I just finished reading this amazing book and I really wish I stumbled upon this great piece earlier.
Petzold starts explaining the main parts of computer hardware by describing how to encode any information with easy to follow examples like morsing some text to your friend who lives across the street.
He then moves along and writes about more sophisticated methods of communicating, shows how data can be stored and how basic logical gates are built.
The way he simplifies quite complex problems makes it really easy to understand all the main problems of computers and how they are solved in principle.
Unlike J. Clark Scott’s book But How Do It Know (which was also really interesting to me), Code explains hardware by examining existing processors like Intel’s 8080. However, the really interesting part for me was the second part of the book, where Petzold describes the beginnings of operating systems, assembler code and gives an amazingly simple overview of the early development of highlevel programming languages.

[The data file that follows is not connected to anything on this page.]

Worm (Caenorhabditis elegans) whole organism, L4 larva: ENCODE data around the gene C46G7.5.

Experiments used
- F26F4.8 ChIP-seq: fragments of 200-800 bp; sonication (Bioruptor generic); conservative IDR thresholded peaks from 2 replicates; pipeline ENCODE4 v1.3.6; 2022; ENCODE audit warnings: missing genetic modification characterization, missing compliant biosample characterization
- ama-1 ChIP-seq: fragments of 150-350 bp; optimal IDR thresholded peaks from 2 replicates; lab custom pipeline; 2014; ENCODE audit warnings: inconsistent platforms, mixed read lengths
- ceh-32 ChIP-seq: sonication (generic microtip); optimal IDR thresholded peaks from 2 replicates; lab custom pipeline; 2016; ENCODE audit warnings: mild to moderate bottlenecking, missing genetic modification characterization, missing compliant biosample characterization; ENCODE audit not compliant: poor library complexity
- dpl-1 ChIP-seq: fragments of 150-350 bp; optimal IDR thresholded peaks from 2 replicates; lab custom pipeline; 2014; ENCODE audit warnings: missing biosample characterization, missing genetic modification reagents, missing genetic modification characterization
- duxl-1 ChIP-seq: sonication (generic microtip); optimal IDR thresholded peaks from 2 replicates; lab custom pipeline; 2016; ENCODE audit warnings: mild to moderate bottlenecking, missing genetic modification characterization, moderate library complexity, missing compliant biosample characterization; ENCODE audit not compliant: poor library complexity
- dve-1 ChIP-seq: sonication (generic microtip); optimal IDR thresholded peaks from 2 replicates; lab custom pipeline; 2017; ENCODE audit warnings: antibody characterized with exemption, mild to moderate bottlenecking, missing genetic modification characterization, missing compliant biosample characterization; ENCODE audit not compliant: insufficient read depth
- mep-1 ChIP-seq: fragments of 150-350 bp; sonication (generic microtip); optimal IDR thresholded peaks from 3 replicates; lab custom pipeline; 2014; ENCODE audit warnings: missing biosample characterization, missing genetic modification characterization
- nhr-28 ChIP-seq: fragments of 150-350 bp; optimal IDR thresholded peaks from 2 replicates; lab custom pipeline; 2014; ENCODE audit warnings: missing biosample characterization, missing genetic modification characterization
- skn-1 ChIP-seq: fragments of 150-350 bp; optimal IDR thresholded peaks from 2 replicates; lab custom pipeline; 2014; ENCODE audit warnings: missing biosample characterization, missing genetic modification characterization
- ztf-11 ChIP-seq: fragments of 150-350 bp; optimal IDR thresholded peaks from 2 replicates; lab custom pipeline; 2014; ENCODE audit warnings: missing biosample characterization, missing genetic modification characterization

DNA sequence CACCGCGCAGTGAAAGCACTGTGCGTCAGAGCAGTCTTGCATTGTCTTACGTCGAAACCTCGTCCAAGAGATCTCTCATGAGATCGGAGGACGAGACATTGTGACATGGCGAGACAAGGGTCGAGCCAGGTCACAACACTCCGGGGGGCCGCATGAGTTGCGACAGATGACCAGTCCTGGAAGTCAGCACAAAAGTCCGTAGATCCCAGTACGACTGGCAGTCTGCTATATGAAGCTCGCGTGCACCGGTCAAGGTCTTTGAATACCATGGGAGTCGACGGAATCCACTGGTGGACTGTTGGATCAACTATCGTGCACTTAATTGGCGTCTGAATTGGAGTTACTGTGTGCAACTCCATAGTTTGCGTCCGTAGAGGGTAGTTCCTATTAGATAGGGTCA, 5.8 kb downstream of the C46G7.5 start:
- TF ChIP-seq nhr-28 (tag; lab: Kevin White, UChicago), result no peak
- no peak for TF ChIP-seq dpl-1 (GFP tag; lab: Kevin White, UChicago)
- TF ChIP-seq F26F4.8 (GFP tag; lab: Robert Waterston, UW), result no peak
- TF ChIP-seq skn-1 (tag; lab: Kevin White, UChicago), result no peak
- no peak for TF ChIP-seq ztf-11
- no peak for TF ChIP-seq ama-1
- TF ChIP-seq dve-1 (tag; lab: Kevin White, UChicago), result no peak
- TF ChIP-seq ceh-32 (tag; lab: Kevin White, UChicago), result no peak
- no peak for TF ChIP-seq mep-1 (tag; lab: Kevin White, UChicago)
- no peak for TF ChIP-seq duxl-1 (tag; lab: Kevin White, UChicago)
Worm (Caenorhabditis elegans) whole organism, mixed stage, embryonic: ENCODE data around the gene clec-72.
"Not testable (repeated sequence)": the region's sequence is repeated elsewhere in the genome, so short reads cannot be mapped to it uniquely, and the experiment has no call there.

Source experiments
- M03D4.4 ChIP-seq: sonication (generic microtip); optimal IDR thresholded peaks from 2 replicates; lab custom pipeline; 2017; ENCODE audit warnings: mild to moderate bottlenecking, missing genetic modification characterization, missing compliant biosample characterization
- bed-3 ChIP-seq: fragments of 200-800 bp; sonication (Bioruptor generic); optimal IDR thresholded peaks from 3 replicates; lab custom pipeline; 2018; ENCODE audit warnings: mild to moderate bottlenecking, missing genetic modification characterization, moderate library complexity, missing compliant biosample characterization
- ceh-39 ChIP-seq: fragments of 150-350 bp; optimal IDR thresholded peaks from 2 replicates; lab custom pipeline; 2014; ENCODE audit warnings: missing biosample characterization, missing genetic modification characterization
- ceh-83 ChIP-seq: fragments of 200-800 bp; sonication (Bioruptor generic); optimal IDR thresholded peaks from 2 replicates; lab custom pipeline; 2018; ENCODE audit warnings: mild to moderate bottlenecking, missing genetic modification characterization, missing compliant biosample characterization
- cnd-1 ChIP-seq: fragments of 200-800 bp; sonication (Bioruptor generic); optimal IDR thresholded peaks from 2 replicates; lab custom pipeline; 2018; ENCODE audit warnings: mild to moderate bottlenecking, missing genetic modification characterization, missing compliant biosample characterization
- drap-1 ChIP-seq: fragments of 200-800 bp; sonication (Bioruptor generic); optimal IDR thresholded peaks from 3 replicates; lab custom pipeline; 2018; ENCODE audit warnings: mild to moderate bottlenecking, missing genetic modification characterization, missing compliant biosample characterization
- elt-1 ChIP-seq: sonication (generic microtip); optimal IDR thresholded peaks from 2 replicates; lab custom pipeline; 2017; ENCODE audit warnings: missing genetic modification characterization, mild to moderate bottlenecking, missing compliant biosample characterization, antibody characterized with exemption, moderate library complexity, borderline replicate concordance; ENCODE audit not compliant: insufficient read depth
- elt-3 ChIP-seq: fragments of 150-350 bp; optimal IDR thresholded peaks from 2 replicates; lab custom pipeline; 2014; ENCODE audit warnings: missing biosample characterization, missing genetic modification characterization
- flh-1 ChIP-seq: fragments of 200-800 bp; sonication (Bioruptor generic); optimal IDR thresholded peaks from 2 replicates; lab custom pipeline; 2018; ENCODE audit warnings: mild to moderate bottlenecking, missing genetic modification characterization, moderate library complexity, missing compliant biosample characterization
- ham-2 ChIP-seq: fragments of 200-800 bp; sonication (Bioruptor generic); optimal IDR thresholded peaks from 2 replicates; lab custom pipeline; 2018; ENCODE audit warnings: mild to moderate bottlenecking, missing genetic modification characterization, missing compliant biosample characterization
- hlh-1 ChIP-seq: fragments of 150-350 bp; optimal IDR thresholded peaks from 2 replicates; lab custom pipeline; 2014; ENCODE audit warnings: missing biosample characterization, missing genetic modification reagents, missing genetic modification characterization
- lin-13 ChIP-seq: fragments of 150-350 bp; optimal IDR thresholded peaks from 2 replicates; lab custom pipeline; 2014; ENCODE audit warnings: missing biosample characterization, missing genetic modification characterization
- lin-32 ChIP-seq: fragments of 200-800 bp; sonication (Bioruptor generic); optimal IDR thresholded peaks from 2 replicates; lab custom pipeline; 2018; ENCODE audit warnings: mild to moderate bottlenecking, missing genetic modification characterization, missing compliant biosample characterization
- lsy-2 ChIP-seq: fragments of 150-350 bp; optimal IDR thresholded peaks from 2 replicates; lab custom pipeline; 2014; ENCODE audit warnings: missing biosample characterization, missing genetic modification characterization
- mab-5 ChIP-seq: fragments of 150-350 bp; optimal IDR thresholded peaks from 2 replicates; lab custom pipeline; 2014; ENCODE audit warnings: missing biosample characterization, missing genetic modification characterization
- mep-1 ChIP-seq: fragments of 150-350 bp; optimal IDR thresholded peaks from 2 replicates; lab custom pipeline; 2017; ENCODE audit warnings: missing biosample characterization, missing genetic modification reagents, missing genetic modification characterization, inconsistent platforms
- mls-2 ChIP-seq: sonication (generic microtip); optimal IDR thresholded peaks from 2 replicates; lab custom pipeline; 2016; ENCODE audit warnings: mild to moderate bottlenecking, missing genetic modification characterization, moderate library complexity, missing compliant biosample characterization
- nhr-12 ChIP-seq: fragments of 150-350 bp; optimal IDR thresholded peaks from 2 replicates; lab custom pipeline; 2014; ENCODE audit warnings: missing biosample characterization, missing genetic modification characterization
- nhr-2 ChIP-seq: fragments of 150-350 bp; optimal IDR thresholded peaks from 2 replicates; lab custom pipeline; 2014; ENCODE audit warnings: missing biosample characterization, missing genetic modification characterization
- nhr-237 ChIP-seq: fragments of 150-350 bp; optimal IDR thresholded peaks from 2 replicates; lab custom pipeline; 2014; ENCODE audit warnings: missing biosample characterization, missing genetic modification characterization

Moreover, he gives an intuition of what compilers actually do, talks about encoding floating point numbers, connecting peripherals and scratches the surface of how GUIs work.
This is a great book for everybody who wants to know a little bit more about how computers are constructed and if you read it carefully, you should get a good idea of what actually goes on on the machine you are sitting in front of right now. I think it is a great entry point into the field of computer science for future students, as it really motivates some of the theoretical classes they are about to take.